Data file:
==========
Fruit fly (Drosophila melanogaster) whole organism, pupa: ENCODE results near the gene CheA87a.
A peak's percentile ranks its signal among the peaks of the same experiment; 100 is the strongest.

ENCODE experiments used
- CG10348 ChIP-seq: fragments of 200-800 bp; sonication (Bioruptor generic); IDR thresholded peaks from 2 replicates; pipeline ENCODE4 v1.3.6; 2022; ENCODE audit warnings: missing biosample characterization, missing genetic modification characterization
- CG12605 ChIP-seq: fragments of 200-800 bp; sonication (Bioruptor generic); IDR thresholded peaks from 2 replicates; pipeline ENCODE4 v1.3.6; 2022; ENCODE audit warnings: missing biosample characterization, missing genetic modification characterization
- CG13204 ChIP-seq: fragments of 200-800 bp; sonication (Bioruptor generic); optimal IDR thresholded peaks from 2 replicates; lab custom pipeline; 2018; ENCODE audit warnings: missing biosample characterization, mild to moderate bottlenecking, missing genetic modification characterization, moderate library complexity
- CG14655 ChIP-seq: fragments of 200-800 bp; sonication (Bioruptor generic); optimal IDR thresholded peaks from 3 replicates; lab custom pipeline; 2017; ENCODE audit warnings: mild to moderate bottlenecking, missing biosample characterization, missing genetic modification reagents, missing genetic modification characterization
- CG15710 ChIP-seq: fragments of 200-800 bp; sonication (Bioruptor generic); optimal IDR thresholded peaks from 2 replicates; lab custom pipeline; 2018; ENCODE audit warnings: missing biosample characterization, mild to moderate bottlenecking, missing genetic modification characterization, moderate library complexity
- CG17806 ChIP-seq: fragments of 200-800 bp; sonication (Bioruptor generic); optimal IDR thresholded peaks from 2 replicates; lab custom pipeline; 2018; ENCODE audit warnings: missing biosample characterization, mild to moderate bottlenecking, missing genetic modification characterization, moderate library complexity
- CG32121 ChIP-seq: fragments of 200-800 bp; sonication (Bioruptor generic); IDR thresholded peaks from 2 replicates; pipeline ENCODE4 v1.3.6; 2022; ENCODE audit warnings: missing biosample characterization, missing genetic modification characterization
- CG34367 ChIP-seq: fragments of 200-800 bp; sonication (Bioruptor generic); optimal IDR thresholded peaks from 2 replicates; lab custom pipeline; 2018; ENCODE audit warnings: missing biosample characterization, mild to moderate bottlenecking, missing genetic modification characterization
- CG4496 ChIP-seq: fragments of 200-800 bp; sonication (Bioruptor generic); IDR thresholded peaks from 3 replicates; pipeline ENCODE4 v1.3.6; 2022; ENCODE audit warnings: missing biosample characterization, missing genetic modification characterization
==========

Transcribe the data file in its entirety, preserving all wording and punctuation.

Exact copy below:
Fruit fly (Drosophila melanogaster) whole organism, pupa: ENCODE results near the gene CheA87a.
A peak's percentile ranks its signal among the peaks of the same experiment; 100 is the strongest.

ENCODE experiments used
- CG10348 ChIP-seq: fragments of 200-800 bp; sonication (Bioruptor generic); IDR thresholded peaks from 2 replicates; pipeline ENCODE4 v1.3.6; 2022; ENCODE audit warnings: missing biosample characterization, missing genetic modification characterization
- CG12605 ChIP-seq: fragments of 200-800 bp; sonication (Bioruptor generic); IDR thresholded peaks from 2 replicates; pipeline ENCODE4 v1.3.6; 2022; ENCODE audit warnings: missing biosample characterization, missing genetic modification characterization
- CG13204 ChIP-seq: fragments of 200-800 bp; sonication (Bioruptor generic); optimal IDR thresholded peaks from 2 replicates; lab custom pipeline; 2018; ENCODE audit warnings: missing biosample characterization, mild to moderate bottlenecking, missing genetic modification characterization, moderate library complexity
- CG14655 ChIP-seq: fragments of 200-800 bp; sonication (Bioruptor generic); optimal IDR thresholded peaks from 3 replicates; lab custom pipeline; 2017; ENCODE audit warnings: mild to moderate bottlenecking, missing biosample characterization, missing genetic modification reagents, missing genetic modification characterization
- CG15710 ChIP-seq: fragments of 200-800 bp; sonication (Bioruptor generic); optimal IDR thresholded peaks from 2 replicates; lab custom pipeline; 2018; ENCODE audit warnings: missing biosample characterization, mild to moderate bottlenecking, missing genetic modification characterization, moderate library complexity
- CG17806 ChIP-seq: fragments of 200-800 bp; sonication (Bioruptor generic); optimal IDR thresholded peaks from 2 replicates; lab custom pipeline; 2018; ENCODE audit warnings: missing biosample characterization, mild to moderate bottlenecking, missing genetic modification characterization, moderate library complexity
- CG32121 ChIP-seq: fragments of 200-800 bp; sonication (Bioruptor generic); IDR thresholded peaks from 2 replicates; pipeline ENCODE4 v1.3.6; 2022; ENCODE audit warnings: missing biosample characterization, missing genetic modification characterization
- CG34367 ChIP-seq: fragments of 200-800 bp; sonication (Bioruptor generic); optimal IDR thresholded peaks from 2 replicates; lab custom pipeline; 2018; ENCODE audit warnings: missing biosample characterization, mild to moderate bottlenecking, missing genetic modification characterization
- CG4496 ChIP-seq: fragments of 200-800 bp; sonication (Bioruptor generic); IDR thresholded peaks from 3 replicates; pipeline ENCODE4 v1.3.6; 2022; ENCODE audit warnings: missing biosample characterization, missing genetic modification characterization